Although the industry is stagnant and not much activity is underway, we expect an improvement in the capacity utilisation. It may be a slight improvement. Given the signing of the bilateral agreements and the announcement of some short-term credit lines by government, there should be some movement upwards in the industry.

However, the industry is still constrained with load shedding and acute funding shortages as local banks continue to impose stringent borrowing conditions at short-term duration.

Construction companies are still struggling to re-attract skilled labour mainly engineers and quantity surveyors, who left the country for greener pastures over the past decade. If the industry continues to improve, it has potential to contribute up to 20 percent towards the Gross Domestic Product.

Do you think most Zimbabweans appreciate how the construction industry contributes to economic revival and employment creation?

Zimbabweans appear to have limited understanding of how the construction industry contributes towards employment and wealth creation.

Our farmers, for instance require administration centres, schools, clinic, hospitals. These facilities will obviously contribute significantly towards increased production on the farms. Sadly, that is not the case now. We need to adopt a deliberate policy to construct such infrastructure to create employment. During the 2008 global recession the Chinese embarked on a bullish infrastructure development programme, which invariably assisted European economies in turning around their economies through massive importation of building materials. Countries that benefited were mainly from Europe and the United States. These economies significantly revived their manufacturing industries that had closed down.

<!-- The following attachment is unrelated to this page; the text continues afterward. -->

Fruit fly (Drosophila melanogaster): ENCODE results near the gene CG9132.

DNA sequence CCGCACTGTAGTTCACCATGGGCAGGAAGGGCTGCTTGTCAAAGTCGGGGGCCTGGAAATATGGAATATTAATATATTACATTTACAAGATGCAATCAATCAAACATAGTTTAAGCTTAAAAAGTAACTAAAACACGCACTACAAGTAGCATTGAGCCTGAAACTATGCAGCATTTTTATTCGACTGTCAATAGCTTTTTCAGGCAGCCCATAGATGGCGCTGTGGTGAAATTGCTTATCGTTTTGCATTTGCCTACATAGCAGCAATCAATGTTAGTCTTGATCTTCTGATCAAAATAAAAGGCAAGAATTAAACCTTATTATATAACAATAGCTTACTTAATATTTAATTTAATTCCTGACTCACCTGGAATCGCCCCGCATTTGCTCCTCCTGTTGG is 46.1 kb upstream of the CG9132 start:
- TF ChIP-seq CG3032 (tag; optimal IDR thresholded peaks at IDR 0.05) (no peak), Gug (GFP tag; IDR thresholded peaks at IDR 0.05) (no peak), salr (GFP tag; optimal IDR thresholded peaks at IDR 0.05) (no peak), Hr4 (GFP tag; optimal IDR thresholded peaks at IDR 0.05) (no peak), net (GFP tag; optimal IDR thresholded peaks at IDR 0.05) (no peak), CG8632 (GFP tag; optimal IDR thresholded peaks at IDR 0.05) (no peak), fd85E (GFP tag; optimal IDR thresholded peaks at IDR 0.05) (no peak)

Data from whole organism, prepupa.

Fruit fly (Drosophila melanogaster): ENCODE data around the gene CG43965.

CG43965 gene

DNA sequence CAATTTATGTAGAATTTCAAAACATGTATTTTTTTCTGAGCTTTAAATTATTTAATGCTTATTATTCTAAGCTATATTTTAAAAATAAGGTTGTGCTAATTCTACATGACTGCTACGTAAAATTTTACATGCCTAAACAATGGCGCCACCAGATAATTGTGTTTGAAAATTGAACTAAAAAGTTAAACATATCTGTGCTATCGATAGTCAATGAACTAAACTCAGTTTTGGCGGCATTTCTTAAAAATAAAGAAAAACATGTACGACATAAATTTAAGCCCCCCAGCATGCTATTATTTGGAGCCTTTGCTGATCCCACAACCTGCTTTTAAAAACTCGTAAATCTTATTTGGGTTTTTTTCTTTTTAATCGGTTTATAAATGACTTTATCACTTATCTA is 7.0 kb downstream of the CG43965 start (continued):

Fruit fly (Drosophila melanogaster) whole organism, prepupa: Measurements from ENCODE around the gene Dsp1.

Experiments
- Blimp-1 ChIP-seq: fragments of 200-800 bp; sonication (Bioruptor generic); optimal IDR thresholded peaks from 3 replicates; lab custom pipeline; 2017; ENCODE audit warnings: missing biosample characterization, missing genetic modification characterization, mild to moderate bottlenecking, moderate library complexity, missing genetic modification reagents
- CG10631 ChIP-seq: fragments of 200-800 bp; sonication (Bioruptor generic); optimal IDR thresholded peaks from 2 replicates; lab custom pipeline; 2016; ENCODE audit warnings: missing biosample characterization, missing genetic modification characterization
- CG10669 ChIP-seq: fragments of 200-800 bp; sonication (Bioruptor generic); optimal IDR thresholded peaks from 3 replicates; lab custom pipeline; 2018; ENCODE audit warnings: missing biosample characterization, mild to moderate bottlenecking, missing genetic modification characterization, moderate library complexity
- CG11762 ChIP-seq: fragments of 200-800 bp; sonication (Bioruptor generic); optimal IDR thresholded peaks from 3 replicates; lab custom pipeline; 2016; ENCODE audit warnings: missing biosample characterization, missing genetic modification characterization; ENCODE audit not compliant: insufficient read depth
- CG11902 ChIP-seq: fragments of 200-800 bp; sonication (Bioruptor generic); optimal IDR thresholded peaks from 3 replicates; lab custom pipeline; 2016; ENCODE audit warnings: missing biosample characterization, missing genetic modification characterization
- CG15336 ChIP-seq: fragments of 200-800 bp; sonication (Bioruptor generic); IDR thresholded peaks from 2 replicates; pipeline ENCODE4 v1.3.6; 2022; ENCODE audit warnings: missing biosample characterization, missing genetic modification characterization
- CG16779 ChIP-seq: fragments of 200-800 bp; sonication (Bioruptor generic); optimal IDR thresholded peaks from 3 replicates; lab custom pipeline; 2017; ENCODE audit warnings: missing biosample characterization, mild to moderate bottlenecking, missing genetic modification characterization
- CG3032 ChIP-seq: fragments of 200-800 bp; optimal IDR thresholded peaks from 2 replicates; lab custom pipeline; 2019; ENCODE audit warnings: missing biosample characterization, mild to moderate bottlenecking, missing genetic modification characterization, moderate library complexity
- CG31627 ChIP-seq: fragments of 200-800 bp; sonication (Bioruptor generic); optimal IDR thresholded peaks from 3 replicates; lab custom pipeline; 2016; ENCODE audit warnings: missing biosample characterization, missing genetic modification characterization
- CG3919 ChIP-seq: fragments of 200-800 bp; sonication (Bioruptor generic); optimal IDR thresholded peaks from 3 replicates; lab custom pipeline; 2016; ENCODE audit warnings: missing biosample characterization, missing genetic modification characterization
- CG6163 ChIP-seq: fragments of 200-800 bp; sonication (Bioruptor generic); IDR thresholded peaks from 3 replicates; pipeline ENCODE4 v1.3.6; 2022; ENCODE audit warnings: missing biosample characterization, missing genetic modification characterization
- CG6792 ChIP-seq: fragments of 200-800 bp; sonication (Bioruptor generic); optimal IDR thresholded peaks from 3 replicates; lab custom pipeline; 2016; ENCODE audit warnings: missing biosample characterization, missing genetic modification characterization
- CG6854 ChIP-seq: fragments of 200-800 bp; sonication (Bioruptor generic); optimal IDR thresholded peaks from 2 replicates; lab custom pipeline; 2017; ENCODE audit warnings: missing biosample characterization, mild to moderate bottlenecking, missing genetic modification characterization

What is your comment on residential and industrial rentals?

Rentals are still very high. Most Zimbabweans seem to have a hangover of the hyperinflationary era despite Zimbabwe being formally dollarised nearly three and half years ago. With the US dollar at play, there is no justification for increasing rentals at the moment unless there are significant improvements on a property. There have been increases in rentals due to shortage of accommodation in the country and this trend is likely to continue this year. With low average incomes and loss of employment in some sectors of the economy, a number of people are relying on rental income as a major source of income hence the rentals have remained high.